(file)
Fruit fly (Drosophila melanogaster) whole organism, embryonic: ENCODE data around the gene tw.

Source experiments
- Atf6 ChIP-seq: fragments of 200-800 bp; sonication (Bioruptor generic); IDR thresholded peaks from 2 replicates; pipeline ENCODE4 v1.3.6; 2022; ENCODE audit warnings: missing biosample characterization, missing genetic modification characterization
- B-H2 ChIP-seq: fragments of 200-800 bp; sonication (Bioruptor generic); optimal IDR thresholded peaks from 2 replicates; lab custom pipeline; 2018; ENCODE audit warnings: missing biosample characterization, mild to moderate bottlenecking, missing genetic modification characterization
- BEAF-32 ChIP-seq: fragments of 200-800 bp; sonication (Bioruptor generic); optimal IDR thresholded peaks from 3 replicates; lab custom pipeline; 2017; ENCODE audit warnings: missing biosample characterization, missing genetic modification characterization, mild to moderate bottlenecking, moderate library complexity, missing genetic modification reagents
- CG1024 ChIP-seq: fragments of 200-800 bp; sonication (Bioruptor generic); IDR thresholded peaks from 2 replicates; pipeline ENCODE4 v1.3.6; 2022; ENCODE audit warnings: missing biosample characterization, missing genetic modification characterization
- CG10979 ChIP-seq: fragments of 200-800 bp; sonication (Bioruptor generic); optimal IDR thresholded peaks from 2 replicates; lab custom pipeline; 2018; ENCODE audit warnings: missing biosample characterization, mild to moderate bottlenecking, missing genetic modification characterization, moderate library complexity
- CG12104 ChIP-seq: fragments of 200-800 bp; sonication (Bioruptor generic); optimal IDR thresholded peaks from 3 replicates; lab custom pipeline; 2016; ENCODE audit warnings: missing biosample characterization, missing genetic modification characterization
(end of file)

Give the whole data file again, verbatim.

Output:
Fruit fly (Drosophila melanogaster) whole organism, embryonic: ENCODE data around the gene tw.

Source experiments
- Atf6 ChIP-seq: fragments of 200-800 bp; sonication (Bioruptor generic); IDR thresholded peaks from 2 replicates; pipeline ENCODE4 v1.3.6; 2022; ENCODE audit warnings: missing biosample characterization, missing genetic modification characterization
- B-H2 ChIP-seq: fragments of 200-800 bp; sonication (Bioruptor generic); optimal IDR thresholded peaks from 2 replicates; lab custom pipeline; 2018; ENCODE audit warnings: missing biosample characterization, mild to moderate bottlenecking, missing genetic modification characterization
- BEAF-32 ChIP-seq: fragments of 200-800 bp; sonication (Bioruptor generic); optimal IDR thresholded peaks from 3 replicates; lab custom pipeline; 2017; ENCODE audit warnings: missing biosample characterization, missing genetic modification characterization, mild to moderate bottlenecking, moderate library complexity, missing genetic modification reagents
- CG1024 ChIP-seq: fragments of 200-800 bp; sonication (Bioruptor generic); IDR thresholded peaks from 2 replicates; pipeline ENCODE4 v1.3.6; 2022; ENCODE audit warnings: missing biosample characterization, missing genetic modification characterization
- CG10979 ChIP-seq: fragments of 200-800 bp; sonication (Bioruptor generic); optimal IDR thresholded peaks from 2 replicates; lab custom pipeline; 2018; ENCODE audit warnings: missing biosample characterization, mild to moderate bottlenecking, missing genetic modification characterization, moderate library complexity
- CG12104 ChIP-seq: fragments of 200-800 bp; sonication (Bioruptor generic); optimal IDR thresholded peaks from 3 replicates; lab custom pipeline; 2016; ENCODE audit warnings: missing biosample characterization, missing genetic modification characterization